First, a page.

As a child, I was the only Native child in my class. My classmates would run around the room and make a sound over their mouth with their hand. "Marisa is an Indian!" and "WHOOWHOOWHOOWHOO!!!" I would sit at my desk humiliated, ashamed to be UmoNhoN, and hurt. I would cry. My teacher would watch and do nothing. Those incidents caused me harm and affected my self esteem and my productivity in school. Those experiences were perpetuated by the practice of stereotypical images of Natives in the media and as mascots.
SP: In your work as an educator, how do you raise the consciousness of non-Native people about the history, legacy and restoration of Native rights and resources to a new generation of Americans?
Cummings: My spiritual work is rooted in the healing and perpetuation of my UmoNhoN language, culture, traditions and spiritual way of life. This is very time consuming work. As a people we are responding to generations of trauma. We also must put our time and energy into continuing with ceremonies, learning and speaking our language at home, educating our children and young relatives in our way of life. This is my priority. If non-Native people ask me to speak, such as at this conference, and I can lend to their greater understanding as an ally to our people, that is good. But one must remember that my people exist as a Nation within an oppressive Nation. It is not my responsibility to educate settlers on their oppressive history and the benefits they receive at the expense of my peoples' genocide and removal. They can go out and learn that on their own. I can only hope to build allies that may choose to gain understanding so that sacred sites are not destroyed and my peoples' relationship with creation is not diluted any more than it already has been through the destruction of our earth mother and precious waterways.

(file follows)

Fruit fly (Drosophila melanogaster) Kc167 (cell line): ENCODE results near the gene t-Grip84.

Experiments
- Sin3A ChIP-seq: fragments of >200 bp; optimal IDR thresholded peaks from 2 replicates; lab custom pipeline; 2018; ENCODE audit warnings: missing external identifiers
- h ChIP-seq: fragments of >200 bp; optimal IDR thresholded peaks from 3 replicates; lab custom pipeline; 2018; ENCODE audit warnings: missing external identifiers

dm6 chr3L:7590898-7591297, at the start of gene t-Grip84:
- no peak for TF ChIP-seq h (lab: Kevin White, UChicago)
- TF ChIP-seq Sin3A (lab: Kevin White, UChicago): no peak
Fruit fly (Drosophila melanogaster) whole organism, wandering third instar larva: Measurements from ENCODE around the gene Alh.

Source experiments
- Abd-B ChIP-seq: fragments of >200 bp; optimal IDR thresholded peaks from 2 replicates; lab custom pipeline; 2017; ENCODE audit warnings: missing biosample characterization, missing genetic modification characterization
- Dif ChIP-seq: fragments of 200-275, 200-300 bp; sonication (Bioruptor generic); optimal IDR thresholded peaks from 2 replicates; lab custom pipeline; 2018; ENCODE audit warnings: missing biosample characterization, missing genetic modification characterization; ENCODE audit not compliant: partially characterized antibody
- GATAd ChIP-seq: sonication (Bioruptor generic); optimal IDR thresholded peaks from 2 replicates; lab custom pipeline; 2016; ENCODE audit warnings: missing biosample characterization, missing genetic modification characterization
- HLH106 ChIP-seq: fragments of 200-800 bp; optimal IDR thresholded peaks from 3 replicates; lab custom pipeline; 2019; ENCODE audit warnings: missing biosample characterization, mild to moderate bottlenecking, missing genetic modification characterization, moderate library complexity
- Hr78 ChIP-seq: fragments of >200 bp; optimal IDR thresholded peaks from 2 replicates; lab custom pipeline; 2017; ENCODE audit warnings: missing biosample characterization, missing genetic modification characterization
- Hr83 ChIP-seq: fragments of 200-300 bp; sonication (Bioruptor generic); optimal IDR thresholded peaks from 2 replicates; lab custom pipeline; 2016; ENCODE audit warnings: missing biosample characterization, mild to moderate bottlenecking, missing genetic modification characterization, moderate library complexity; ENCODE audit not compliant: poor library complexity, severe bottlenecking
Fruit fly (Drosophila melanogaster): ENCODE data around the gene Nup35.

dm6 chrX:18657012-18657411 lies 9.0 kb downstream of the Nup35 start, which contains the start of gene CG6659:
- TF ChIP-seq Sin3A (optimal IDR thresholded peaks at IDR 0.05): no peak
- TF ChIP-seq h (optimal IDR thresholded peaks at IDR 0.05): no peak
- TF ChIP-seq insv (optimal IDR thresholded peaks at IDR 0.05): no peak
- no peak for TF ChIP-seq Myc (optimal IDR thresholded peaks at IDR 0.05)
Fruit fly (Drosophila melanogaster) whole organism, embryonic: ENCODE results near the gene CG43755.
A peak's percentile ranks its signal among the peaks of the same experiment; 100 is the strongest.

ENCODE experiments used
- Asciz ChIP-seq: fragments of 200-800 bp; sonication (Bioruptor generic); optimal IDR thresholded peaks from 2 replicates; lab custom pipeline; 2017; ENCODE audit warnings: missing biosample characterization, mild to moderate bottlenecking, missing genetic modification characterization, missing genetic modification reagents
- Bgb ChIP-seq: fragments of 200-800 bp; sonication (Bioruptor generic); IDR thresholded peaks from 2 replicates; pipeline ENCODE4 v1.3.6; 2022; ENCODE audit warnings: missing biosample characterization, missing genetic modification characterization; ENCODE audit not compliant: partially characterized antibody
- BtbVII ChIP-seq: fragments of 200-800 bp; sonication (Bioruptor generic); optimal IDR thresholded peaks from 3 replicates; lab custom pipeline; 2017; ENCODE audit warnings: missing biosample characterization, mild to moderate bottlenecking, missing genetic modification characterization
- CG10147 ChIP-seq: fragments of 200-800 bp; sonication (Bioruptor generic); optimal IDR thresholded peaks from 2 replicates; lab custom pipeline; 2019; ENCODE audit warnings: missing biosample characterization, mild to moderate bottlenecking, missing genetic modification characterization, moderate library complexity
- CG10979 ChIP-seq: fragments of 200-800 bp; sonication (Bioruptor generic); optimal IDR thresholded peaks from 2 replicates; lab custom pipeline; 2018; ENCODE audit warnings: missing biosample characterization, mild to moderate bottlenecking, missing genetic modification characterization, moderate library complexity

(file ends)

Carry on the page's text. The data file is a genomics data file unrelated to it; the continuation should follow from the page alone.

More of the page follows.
SP: Finally, what do you hope participants gain from participating in the Ancient Cahokia Futures Conference — particularly with regard to Native American communities?
Cummings: It is my hope that participants at the conference gain a stronger understanding of the spiritual and cultural significance of sacred places and waterways and then become allies in the protection of these amazing places.
Registration for the Ancient Cahokia Future Visions Conference is now closed. Be sure to follow the conference via social media at Prairie Research Institute via Twitter @PrairieResInst and Facebook, and on the event Facebook page.
To learn more about Ancient Cahokia, check out the Cahokia’s Religion: The Art of Red Goddesses, Black Drink, and the Underworld exhibit at the Spurlock Museum in collaboration with The Illinois State Archaeological Survey until May 20th.
Nicole Anderson Cobb, PhD, is a Staff Writer for Smile Politely.
Screenshots from Ancient Cahokia Future Visions Conference program. Photo of Cummings at Interpretive Center at Good Earth State Park, South Dakota courtesy of Marisa Cummings.